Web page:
Since there was no way at that point to nail down Theriault’s or Paige’s account, you have to deal with the worst case scenario: assume they will both contradict Harder, and tell the truth – that Sephora was passed out, not driving, and not a participant.
When Theriault testifies to that, there you are sitting at the prosecutor’s table and you produce for the first time the Ashley Baker statement.
“Isn’t it true, Mr. Theriault, that you told a different story the day after the robbery at Mark’s Pizzeria in Mount Morris?”
“What are you talking about, sir?”
“Do you deny that shortly after the robbery you told your good hunting buddy Todd Gaddy that Sephora had been the driver for the robbery?”
“Sir, I don’t know what you are talking about.”
“Your honor, the People ask that this be marked as People’s Exhibit Z.”
Moran then produces the Ashley Baker statement and shows it, for the first time, to Sephora’s trial counsel. It is marked as Exhibit “Z” or whatever. Then Moran says:
‘The People offer Exhibit “Z” as a prior inconsistent statement of this witness.”
Sephora’s trial counsel, if he is awake and alert at that point, says:
“Objection, your honor, hearsay.”
The judge then says:
“Overruled, People’s Exhibit Z is received into evidence.”
And from there the way things go, particularly in Livingston County, the conviction is a piece of cake. The jury will believe what they see in the Ashley Baker statement rather than the testimony from the witness stand of Shaun Theriault, who was already a convicted felon. They will reject the contrary account of Adrian Paige, because among other things Paige is black. Indeed there’s a lot more fun to be had with Adrian Paige at that point. You can imply that Paige is siding with Sephora because they were sexually involved, an inter-racial outrage for a typical Livingston County juror.
And so they will find Sephora guilty. It’s a lock. The Ashley Baker statement is the key.
This scenario points to a trial lawyer’s mind behind the Ashley Baker statement, not just a cop’s. And the relevant lawyer would be Tom Moran. And that would mean that Tom Moran not only knew about the perjury later; he actually orchestrated the entire conspiracy himself.
If that were all there was it would be very disturbing, but there would perhaps be room for doubt. But that is not all there is to it.
Two months later, in late March and early April of 2004 all three of the men involved have accepted plea bargains and they all plead guilty. Tom Moran personally conducts their plea colloquys, at which each of them in response to questioning from Moran identifies Sephora as “the driver”, although Paige tries to claim that Sephora was not a knowing and willing participant even though she was driving. Under the circumstances it is suspicious that Moran makes a point of eliciting that fact from each of the defendants, when it was irrelevant to their own guilt.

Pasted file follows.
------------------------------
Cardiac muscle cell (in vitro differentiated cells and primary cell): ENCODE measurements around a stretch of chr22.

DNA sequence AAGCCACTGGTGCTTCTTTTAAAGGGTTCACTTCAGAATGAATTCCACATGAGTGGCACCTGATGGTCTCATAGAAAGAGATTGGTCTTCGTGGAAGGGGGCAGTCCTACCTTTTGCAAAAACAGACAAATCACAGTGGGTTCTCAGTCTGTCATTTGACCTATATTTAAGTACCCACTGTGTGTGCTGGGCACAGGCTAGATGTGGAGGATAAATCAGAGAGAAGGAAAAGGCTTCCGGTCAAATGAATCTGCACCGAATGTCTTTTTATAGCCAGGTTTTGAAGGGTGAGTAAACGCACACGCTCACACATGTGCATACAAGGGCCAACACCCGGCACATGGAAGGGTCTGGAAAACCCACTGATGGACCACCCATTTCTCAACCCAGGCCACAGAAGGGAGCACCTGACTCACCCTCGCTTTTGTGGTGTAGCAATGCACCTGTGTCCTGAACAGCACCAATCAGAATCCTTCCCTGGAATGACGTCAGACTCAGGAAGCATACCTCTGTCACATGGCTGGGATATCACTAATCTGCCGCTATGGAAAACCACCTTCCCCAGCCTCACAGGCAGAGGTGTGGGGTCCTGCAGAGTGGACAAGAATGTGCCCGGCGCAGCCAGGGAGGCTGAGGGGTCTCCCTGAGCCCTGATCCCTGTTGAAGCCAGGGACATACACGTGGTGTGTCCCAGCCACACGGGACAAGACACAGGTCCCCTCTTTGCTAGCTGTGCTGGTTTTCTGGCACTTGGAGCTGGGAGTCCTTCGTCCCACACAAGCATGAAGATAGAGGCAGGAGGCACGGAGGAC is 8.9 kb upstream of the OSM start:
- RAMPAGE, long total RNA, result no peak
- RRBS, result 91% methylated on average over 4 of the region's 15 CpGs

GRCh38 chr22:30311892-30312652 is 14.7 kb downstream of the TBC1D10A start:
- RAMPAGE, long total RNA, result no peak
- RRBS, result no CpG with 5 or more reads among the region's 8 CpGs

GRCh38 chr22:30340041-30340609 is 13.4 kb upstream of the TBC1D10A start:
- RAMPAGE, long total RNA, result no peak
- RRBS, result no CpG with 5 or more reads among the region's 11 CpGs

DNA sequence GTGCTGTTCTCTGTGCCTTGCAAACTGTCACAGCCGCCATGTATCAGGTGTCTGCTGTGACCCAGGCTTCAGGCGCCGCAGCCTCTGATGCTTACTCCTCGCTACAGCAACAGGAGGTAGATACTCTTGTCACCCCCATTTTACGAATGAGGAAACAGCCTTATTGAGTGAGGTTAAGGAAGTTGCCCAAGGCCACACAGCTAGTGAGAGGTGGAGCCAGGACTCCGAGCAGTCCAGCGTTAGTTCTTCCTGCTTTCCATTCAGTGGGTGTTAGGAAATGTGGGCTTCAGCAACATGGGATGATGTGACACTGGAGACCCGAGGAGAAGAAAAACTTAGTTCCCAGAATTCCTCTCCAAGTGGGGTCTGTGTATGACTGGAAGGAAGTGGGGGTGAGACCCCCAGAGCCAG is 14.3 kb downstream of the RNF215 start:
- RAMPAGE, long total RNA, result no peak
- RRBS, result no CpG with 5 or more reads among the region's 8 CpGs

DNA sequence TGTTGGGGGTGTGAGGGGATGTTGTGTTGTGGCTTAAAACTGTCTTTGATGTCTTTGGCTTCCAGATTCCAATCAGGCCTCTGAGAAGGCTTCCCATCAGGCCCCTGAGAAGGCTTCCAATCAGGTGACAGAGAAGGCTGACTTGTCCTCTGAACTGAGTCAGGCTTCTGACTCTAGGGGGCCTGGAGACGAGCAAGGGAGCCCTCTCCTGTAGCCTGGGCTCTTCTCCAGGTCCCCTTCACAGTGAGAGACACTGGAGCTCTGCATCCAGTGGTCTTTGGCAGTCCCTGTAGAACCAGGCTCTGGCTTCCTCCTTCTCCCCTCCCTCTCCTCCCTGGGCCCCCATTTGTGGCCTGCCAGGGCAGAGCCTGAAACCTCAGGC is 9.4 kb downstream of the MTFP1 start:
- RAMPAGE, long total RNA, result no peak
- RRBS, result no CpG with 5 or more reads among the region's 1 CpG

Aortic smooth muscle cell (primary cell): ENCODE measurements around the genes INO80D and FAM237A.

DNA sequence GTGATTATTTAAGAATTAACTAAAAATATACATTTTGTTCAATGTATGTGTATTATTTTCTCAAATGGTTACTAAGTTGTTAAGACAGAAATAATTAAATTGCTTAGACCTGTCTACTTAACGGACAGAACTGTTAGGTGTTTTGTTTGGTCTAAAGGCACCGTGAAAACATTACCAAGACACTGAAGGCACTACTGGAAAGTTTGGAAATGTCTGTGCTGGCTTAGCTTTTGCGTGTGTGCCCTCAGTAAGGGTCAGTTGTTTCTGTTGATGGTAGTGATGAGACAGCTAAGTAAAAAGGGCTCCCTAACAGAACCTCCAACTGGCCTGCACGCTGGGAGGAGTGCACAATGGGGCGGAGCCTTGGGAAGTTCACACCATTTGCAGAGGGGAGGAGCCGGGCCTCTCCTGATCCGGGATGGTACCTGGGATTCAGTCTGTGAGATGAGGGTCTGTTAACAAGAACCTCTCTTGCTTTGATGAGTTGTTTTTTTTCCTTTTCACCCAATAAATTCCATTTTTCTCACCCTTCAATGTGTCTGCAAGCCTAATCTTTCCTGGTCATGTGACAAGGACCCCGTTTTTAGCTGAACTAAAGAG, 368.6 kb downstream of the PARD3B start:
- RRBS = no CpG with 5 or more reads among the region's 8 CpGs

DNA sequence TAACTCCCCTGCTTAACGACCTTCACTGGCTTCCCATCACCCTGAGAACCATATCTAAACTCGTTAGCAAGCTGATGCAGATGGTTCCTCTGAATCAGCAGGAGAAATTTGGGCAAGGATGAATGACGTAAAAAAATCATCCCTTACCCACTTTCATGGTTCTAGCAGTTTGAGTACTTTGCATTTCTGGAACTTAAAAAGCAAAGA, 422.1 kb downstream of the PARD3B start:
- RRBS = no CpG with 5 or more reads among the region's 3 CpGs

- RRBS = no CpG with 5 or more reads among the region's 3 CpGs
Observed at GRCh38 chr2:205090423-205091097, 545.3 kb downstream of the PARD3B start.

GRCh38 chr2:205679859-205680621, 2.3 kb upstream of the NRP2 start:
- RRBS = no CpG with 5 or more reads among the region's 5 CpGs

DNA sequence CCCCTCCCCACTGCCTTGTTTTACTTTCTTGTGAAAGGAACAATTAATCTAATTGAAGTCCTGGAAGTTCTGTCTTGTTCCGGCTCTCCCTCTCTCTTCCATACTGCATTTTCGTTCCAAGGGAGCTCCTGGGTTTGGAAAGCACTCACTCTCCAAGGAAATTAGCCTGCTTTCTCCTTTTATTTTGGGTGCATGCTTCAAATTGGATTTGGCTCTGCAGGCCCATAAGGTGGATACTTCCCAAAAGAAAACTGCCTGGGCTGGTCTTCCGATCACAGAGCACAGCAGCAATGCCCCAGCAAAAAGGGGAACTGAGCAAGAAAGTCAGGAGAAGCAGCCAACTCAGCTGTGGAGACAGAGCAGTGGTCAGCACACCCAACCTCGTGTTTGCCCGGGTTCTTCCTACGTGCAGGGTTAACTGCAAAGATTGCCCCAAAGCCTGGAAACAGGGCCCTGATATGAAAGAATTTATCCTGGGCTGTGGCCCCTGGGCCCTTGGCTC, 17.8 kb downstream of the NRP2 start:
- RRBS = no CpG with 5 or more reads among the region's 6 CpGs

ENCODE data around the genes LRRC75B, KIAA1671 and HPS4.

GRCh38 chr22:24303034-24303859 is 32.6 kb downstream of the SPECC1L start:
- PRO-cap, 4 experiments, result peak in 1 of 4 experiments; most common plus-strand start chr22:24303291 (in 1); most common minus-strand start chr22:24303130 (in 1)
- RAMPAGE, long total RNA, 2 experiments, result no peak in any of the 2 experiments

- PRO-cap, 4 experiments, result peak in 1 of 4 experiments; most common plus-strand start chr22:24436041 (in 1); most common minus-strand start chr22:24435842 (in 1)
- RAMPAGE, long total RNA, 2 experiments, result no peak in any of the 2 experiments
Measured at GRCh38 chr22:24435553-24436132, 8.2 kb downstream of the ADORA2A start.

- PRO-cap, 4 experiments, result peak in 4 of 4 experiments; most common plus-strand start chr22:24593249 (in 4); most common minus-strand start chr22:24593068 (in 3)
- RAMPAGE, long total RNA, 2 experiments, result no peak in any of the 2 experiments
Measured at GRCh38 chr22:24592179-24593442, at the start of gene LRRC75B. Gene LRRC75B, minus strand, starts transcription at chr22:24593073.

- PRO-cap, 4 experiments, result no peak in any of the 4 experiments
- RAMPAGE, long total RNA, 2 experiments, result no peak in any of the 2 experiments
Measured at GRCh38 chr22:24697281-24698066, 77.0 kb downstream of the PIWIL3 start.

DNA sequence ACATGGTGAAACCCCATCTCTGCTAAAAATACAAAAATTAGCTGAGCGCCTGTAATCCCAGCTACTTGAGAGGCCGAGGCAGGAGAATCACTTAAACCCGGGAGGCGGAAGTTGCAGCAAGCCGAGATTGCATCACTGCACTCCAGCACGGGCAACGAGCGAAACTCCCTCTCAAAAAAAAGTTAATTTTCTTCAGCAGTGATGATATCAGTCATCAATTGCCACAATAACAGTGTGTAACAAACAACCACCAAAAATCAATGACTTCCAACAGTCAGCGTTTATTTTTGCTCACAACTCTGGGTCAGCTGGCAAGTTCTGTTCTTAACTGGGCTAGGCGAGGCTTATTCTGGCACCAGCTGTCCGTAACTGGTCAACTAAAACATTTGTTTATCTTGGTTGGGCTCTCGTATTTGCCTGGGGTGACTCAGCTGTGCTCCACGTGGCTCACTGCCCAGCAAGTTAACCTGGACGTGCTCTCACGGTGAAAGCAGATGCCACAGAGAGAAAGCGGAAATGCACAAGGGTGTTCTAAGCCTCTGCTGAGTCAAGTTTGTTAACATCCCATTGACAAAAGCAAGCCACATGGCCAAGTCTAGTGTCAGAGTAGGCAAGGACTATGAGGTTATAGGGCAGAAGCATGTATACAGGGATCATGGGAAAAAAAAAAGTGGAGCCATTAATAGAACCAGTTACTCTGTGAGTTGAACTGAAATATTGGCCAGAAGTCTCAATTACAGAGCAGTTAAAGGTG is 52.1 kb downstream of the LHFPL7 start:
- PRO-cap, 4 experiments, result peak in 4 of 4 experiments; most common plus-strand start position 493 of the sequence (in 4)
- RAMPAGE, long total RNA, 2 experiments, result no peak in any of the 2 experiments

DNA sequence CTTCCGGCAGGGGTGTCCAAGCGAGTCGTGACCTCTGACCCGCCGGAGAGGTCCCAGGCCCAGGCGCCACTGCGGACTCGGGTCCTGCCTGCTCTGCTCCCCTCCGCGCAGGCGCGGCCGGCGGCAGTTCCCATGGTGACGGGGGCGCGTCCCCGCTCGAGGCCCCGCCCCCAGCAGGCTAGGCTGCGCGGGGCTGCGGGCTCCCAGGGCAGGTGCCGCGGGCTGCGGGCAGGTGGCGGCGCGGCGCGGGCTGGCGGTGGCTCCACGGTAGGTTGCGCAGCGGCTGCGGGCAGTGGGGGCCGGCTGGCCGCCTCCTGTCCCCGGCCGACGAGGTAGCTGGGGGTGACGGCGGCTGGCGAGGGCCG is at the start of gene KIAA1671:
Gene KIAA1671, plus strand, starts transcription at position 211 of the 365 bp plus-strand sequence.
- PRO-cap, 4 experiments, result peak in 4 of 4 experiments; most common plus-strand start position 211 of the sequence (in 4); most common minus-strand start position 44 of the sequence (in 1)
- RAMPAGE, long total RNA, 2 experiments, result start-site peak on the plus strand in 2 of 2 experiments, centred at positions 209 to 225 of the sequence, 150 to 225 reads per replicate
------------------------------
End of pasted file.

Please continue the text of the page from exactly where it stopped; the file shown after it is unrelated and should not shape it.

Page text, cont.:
Fair inference: it was required as part of their plea agreement that they identify Sephora as the driver. The author of the plea offer was….Tom Moran. After he got the others on record, of course, he no longer needed the Ashley Baker statement. But it had been there in case he did.
Now in isolation this scenario may seem far-fetched. The pettiness, the meanness of it, the dishonesty, the conniving, the betrayal of trust. We do not like to think our public officials capable of such things.
But what about when you look at this not in isolation, but in context? Tom Moran’s assistant, Eric Schiener, is upset and afraid and says he is seeing “…a lot of bad things at work. A lot of bad things.” Patricia Marks, then the supervising judge for criminal courts in the seventh judicial district, catches Moran fabricating evidence in another case. I know another lawyer very familiar with Moran who I will not name, who described him as “underhanded, vindictive and dishonest”, which I wouldn’t otherwise run too far with except for everything else and the fact that this particular lawyer, who is very intelligent but also one of the most cordial and diplomatic individuals I know, has never been heard to say anything of comparable harshness about anyone, let alone another lawyer.
Yet Moran, like Dale Carnegie’s Al Capone, doesn’t see himself as having done anything wrong. Well, not anything really wrong. After all, the Supreme Court of the United States says that all the fabricated evidence and perjury in the world doesn’t mean a thing unless you introduce it at trial. If you can terrorize the defendant – after raping her, but that’s irrelevant, you know – into pleading guilty the problem doesn’t even come up.
Won’t Tom Moran fit right in as a New York State Supreme Court Judge? Tom is the creature of the judges going all the way up to the SCOTUS. He is their Frankenstein monster who wants to come over for dinner.